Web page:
Sunday, September 09, 2007

The Week in Review

I've had another relatively quiet week for film. Maybe it's the calm before the storm - coming up soon we have a veritable tidal wave of cinema.

  • West (Daniel Krige, Australia, 2007)
  • Once (John Carney, Ireland, 2007)
  • Grey Gardens (Albert Maysles, David Maysles, Ellen Hovde & Muffie Meyer, USA, 1975)
There was only one thing I liked about this film - the opening credits, and I'm neither joking nor exaggerating. A story about two best friends/cousins who seem to drink, take (and sell) drugs and have sex. Right from the start, by the way they interacted, it was obvious these were a couple of moronic bogan losers going nowhere. The dialogue was stupid and unconvincing, the acting mediocre and the personal chemistry worse. The narrative was predictable and there were some ridiculous narrative impossibilities (someone with his head bashed three times with a large steel pipe doesn't talk back - rather he would look a little like the gentleman in Gaspar Noe's Irreversible after he got up close and personal with a fire extinguisher).

The film was dull, depressing and worst of all, it was impossible to discern the point of the exercise. It wasn't like a Tsilimidos film, infused with a sense of humanity, meaning and gritty realism. I could have walked out at any point after two minutes, and as the film progressed, a number of people did. The session was an AFI screening (free for us members), and I did get to meet up with Glenn from Stale Popcorn, who more or less agreed with me (though I don't think he liked the credits).

Once is unashamedly sentimental and is yet a very endearing film. In spite of its emotional manipulation, director John Carney manages to successfully pull it off by having a simple, well-written story, a credible cast (it is mostly a two-hander) and an earthy reality that grounds the film. The film is full of emotional honesty that engages with the audience.

While I disliked the unnecessary shakiness of the hand-held camera (a pet hate of mine), there were some excellent tracking shots. A stand-out was when the the girl (played by Markéta Irglová) went down the street to buy some batteries in her pyjamas. I loved the way the camera preceded her (like the music video of The Verve's Bitter Sweet Symphony) in one long take, passing details like a builder's skip. Dublin was depicted very aesthetically.

Apparently the film is semi-autobiographical, depicting a relationship the director once had. The guy (played by Glen Hansard) is a current member of The Frames while the director is a former member.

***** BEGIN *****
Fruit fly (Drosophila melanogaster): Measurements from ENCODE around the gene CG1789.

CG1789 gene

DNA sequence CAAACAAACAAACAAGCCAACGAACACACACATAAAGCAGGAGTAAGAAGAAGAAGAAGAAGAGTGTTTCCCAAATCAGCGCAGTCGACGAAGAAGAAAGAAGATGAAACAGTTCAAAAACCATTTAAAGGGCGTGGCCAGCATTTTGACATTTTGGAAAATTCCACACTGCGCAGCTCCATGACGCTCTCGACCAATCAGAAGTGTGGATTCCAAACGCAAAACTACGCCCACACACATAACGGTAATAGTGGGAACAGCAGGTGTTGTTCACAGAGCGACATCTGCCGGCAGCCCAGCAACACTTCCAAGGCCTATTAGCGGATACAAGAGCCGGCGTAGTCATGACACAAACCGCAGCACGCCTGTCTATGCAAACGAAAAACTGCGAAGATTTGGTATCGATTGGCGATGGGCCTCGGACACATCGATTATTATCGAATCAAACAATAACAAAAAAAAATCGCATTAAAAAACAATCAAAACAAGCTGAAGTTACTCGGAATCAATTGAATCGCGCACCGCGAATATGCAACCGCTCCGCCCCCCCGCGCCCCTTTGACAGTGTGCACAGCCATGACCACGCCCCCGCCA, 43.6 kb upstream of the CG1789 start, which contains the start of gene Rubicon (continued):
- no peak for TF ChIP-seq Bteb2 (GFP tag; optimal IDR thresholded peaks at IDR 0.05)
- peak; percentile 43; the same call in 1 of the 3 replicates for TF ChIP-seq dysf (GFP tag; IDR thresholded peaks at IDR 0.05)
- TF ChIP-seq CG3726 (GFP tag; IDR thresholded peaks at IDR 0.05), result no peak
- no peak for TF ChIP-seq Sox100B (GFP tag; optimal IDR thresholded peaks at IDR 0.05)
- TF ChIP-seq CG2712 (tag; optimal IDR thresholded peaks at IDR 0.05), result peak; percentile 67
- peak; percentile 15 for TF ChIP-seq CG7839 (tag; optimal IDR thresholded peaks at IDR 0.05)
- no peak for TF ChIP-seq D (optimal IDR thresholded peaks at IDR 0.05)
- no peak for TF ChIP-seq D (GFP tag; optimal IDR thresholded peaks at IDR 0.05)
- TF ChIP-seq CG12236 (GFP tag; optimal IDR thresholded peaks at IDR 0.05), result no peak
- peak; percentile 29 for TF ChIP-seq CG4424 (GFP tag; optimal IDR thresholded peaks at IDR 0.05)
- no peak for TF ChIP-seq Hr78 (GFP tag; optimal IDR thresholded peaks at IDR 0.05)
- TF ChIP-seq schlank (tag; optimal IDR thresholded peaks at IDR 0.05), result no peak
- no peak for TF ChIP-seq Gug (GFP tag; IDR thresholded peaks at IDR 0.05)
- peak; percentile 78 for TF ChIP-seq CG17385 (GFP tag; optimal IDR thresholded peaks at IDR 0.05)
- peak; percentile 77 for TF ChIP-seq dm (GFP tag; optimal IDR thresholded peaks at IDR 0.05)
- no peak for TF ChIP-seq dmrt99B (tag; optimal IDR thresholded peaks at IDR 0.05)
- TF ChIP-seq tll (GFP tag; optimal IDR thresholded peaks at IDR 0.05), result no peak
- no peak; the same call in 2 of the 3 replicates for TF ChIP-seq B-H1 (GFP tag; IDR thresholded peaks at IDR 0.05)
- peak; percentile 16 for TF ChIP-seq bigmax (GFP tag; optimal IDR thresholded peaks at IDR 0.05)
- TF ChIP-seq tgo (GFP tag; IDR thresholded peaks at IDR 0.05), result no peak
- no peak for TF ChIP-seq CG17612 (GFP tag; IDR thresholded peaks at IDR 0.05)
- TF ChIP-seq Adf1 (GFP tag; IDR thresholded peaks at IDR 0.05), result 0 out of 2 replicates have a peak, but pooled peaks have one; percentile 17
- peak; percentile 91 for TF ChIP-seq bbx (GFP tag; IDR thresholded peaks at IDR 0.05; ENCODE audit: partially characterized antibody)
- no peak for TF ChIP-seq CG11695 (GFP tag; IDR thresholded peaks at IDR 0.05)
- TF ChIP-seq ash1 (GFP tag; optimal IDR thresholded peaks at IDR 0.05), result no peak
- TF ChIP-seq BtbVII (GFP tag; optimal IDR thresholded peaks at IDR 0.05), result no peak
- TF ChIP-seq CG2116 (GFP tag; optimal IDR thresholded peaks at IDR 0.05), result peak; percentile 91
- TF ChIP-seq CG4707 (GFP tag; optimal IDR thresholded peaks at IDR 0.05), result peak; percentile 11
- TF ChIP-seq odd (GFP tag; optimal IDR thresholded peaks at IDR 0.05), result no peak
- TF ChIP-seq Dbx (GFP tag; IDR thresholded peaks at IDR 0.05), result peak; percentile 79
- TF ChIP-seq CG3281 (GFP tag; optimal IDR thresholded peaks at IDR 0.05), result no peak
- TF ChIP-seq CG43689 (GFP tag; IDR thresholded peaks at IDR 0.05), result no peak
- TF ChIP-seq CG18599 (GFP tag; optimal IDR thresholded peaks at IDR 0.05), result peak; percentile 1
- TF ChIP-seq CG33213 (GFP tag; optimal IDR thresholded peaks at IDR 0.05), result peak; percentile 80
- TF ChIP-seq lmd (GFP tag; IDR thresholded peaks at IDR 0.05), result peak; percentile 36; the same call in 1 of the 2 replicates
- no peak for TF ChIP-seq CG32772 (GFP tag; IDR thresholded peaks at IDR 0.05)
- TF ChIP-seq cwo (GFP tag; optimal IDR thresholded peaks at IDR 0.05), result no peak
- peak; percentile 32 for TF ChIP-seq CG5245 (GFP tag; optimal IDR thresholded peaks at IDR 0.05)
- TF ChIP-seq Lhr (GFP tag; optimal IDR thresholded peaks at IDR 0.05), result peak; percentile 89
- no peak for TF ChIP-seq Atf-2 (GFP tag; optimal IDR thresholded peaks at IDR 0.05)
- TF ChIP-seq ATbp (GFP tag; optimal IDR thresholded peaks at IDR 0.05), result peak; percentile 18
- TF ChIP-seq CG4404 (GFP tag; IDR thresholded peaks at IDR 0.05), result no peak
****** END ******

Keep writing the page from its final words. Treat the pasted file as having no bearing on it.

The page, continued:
The film has been described as a musical, which it may be, but not in the conventional sense. The music certainly plays an integral part of the narrative and is both moving and uplifting. The film has timeless appeal with both an old-style feel about it, but in a contemporary setting. I recommend it as an intelligent feel-good film and especially as a date film.

Grey Gardens
Having missed the recent screening of Grey Gardens on the big screen at ACMI, I had to contend with seeing it on DVD. I don't have a problem with that as generally I find documentaries are better suited for the small screen. I also had the advantage of the DVD extras, which in this case was a recent short film by a young obsessive fan of the Maysles' film which provided an interesting update.

Grey Gardens is a fascinating view into another world, that belonging to mother and daughter Edith and Edi Beale, who were the aunt and cousin of Jackie Kennedy. The title refers to the name of the 28-room mansion they inhabited in the Hamptons on Long Island. It had fallen into disrepair and the local authorities had threatened to evict them from the property on health and safety grounds.

The Maysle brothers took their camera into the lives of these strangely eccentric women and documented the nature of their love-hate relationship, their lifestyle and their cats. While on one hand one could view these women with pity, the reality is that they lived the life they wished to. The Maysles were criticised for being exploitative of people who were clearly deluded (if not mentally ill), though they always stood by their film, pointing out that the Beales were staunch supporters of it. It reminded me of what Alkinos Tsilimidos told me about Harry, the subject of his graduation film (Man of Straw), who used to hire his copy of the video to make an extra buck or two.

Edith was once a singer and even in her eighties, she still had a fine voice (though she would often belittle Edie, including her attempts at singing). Edie was passionate about dancing, and dressed extravagantly, befitting a show business performer. In fact, after the death of her mother and the sale of Grey Gardens, Edie did perform in New York City for a time.

Apparently this film is right up there with Errol Morris' Thin Blue Line as one of the most influential documentaries of all time. My primary interest in seeing the film on this occasion was its being named by Tsilimidos as influencing his style of film-making on Man of Straw (included as a DVD extra on the Silent Partner DVD). That fact enhanced my appreciation for both films.

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